The prewrap solutions used in the practice of this invention are usually formulated to contain emulsifiers, conditioners, swelling agents, preservatives, perfumes, coloring agents and the like. These added materials enhance the effect and appearance of the product and treated hair, but are not necessary for the practice of our invention.
The present invention is illustrated by, but not limited to the following examples.
A specific ammonium bisulfite containing prewrap lotion was prepared as follows:
______________________________________FORMULAComponents Percent by Weight______________________________________(1) Deionized water 90.00(2) Ammonium bisulfite (60%) 5.40(3) Ammonium sulfate 0.50(4) Ascorbic acid 0.10(5) Ammonium hydroxide to pH 6.5-6.8 approx. 1.25(6) Ceraphyl 651 0.20(7) Tween 202 0.40(8) Fragrance 0.05(9) Coloring solutions 0.025(10) NH4 OH to pH 6.9-7.0 --(11) Deionized water balance 100.00______________________________________ 1 An amide formed from mink oil fatty acid and 1amino-propyl-3,3-dimethyl-3-hydroxyethylammonium chloride. 2 Polyoxyethylene sorbitan monolaurate.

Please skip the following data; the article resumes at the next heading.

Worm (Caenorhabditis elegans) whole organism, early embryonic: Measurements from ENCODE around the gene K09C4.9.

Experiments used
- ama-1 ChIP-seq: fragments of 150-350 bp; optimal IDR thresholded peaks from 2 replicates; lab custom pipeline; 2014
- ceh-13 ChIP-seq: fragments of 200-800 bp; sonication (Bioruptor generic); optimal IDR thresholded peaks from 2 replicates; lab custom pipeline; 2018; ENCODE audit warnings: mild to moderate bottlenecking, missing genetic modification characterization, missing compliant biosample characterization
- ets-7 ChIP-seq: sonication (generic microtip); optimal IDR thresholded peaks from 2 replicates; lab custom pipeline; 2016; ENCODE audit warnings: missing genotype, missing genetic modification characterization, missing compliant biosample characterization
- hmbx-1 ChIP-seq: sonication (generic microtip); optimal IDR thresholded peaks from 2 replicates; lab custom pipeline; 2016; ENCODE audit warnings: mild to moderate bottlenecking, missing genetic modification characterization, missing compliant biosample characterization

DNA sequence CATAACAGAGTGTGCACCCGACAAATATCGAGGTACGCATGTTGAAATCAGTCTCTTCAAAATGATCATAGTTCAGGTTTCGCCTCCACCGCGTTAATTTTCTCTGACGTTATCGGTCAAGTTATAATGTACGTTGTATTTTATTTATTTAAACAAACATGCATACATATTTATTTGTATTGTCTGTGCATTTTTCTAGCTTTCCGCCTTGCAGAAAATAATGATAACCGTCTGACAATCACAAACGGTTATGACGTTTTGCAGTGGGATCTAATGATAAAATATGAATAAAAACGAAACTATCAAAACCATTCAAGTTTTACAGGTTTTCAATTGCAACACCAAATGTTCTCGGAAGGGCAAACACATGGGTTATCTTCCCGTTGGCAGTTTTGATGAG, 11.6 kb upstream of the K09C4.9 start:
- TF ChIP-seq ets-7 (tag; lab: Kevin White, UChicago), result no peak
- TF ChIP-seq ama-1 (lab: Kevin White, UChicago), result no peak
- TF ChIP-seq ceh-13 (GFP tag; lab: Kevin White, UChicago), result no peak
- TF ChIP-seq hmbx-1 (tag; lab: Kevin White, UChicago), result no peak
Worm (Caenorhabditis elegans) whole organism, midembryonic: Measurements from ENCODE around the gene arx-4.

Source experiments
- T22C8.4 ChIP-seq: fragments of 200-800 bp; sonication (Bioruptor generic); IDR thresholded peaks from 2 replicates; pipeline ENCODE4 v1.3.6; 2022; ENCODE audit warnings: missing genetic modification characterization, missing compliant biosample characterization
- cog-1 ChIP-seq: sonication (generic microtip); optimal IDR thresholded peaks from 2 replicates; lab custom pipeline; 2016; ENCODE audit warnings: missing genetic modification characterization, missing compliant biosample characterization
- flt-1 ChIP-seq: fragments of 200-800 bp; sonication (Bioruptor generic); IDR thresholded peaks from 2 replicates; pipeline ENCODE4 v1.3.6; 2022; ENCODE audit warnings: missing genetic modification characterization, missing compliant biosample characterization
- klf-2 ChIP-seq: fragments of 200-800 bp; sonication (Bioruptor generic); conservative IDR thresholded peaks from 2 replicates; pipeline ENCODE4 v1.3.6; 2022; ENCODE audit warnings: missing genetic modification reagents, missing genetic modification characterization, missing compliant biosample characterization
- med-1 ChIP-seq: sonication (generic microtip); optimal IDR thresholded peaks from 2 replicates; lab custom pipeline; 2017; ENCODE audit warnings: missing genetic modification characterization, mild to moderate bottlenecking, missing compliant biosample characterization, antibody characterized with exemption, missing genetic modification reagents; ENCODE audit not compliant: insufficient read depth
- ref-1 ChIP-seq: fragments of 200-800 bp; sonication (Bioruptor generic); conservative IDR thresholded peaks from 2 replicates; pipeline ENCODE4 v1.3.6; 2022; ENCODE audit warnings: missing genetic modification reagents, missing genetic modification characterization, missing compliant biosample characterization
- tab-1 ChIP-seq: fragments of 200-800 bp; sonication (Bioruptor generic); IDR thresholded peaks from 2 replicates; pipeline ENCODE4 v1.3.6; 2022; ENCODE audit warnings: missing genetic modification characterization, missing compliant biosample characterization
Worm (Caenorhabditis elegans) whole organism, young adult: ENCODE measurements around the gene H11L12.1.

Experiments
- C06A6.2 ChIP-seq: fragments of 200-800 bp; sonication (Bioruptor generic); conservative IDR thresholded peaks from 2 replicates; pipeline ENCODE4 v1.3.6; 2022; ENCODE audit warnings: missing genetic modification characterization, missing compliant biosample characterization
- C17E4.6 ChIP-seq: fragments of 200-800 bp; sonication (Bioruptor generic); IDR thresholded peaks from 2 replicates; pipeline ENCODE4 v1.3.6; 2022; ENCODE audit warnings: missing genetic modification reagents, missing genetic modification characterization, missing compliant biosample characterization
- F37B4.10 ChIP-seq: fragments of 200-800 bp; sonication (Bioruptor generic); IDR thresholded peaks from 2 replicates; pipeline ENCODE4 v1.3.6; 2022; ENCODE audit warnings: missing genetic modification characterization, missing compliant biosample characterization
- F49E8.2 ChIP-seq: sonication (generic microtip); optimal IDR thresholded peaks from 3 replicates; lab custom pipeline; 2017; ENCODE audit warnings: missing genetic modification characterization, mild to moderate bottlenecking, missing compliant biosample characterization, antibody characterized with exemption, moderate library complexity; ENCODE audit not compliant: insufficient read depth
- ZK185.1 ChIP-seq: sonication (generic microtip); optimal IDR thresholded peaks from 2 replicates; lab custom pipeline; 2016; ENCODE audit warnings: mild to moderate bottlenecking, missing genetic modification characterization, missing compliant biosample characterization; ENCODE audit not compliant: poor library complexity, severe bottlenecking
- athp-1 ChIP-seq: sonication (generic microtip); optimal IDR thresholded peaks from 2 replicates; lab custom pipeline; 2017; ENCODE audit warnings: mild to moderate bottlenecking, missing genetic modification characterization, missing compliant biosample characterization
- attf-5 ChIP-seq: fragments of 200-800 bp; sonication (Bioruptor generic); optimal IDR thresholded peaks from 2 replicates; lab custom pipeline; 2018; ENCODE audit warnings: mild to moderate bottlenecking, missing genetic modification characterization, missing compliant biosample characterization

Components 3 and 4 were dissolved in component 1. Component 5 was added followed by component 2. Components 6, 7 and 8 were premixed and added to the above mixture with agitation. The final components, 10 and 11 were added and the entire mixture agitated to ensure homogeneity.
Portion A--Glyceryl Monothioglycolate
Glyceryl monothioglycolate is an item of commerce which typically contains about 80 percent by weight glyceryl monothioglycolate, about 1 percent to about 6 percent by weight free thioglycolic acid, with the remainder of the material being free glycerol. Portion A is packaged separately from Portions B and C.
Portion B--Buffered Base
______________________________________FORMULAComponents Weight Percent______________________________________(1) Deionized water 96.05(2) Borax 1.00(3) Dantoin MDMH1 0.10(4) Igepal CO 7302 0.75(5) Fragrance 0.10(6) Ammonium hydroxide 28% app. 2.00 100.00 solution pH is 9.9-10.1______________________________________ 1 Monomethylol dimethylhydantoin. 2 Nonylphenol condensed with ethylene oxide to about 73% of the phenol's weight.